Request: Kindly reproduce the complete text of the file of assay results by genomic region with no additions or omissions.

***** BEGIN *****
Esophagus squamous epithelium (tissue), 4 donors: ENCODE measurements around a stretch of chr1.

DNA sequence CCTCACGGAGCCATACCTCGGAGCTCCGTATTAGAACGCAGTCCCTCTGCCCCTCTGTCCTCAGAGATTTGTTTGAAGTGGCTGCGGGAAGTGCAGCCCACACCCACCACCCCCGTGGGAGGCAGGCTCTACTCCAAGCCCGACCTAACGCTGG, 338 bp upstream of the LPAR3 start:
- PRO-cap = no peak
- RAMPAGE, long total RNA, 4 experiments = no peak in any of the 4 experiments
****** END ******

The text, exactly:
Esophagus squamous epithelium (tissue), 4 donors: ENCODE measurements around a stretch of chr1.

DNA sequence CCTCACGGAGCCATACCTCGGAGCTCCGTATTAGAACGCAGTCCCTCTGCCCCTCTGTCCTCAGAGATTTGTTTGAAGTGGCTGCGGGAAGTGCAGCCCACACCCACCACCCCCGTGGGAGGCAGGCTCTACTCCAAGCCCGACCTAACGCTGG, 338 bp upstream of the LPAR3 start:
- PRO-cap = no peak
- RAMPAGE, long total RNA, 4 experiments = no peak in any of the 4 experiments